The creation of the Internet promised a society where the old forms of political control might somehow become obsolete. Beginning in the 1970s computer utopians believed that if humans became linked by cyber networks then they could create a more democratic system. And for a brief period it actually appeared that there might be a chance to create order in society without central control. This was a revolutionary idea. Because it ran contrary to the mainstream political thought that if individuals were given too much control then there would be anarchy.
When Microsoft sold forty million copies of Windows 95 in the first year alone Bill Gates put Internet Explorer on personal computers everywhere. This lead to the first uptick in online citizen journalism. It was meant to be better than old journalism. The collection, dissemination, and analysis of information by the general public over the web was the way of the future. But there were unforeseen outcomes. Everyone on the Internet is a citizen. But not everyone on Internet should be a citizen journalist.
Fast forward two decades and fake news is everywhere. Free flowing information spreads through the digital ecosystem like cancer in a body, mutating into whatever shape necessary as to be shared and reposted again and again. Spreading false rumours to gain advantage, out of malice, or just for entertainment is old. But incorrect information now pollutes political discourse at levels never really anticipated. The fact that the Internet made all this possible is a dystopian realisation.
Dystopian movies tend to do well at the box office. For some reason audiences have always liked to imagine society's decline. While these stories are set in the future but they are always a product of their era. One of the best is RoboCop, released in 1987 two years before the Internet was invented by Tim Berners-Lee. Easily dismissed by critics because the title sounds silly, people assumed that it was just another low budget science fiction horror. With the passage of time however it can also be appreciated as a satire of Ronald Reagan's America. Written by Ed Neumeier and Michael Miner the script is simultaneously tight and layered. And Paul Verhoeven's visceral direction makes you feel yucky. It is noteworthy that he is from the Netherlands as foreigners sometime critique America better, approaching it anthropologically.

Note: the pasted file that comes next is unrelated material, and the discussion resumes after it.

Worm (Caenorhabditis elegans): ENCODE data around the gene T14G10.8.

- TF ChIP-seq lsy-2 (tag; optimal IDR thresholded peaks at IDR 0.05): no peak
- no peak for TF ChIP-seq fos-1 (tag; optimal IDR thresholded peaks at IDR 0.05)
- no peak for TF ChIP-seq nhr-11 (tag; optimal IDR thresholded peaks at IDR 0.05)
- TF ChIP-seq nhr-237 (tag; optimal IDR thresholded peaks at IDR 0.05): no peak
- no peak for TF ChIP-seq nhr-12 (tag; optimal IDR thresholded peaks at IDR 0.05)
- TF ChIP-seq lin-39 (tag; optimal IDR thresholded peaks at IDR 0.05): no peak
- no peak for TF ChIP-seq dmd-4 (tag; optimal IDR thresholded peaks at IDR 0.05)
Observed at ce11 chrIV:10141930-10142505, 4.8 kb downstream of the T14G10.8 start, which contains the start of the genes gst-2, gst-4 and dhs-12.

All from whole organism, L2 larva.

Right now social media has become like the downtown district in a dystopian 80s blockbuster, a place filled with fear and anger, where moral contracts and politeness have failed and everything is ruled by desperate capitalism. In RoboCop society has become so bad that an incorruptible man-machine is created in order to save everyone. In order to clean up Detroit the RoboCop goes on a rampage, murdering everyone from laneway muggers up to glass tower corporate criminals. In a strange way, it is a feel good movie. While we might live in a world that is out of control we can (in this fictional version) also create a device that puts things back in order. The story plays subconsciously to the notion that although authority is scary it's also comforting as it can protect from evil. But there is no RoboCop coming to police the fake news in our social media feeds. There is only us. And we cannot stop refreshing.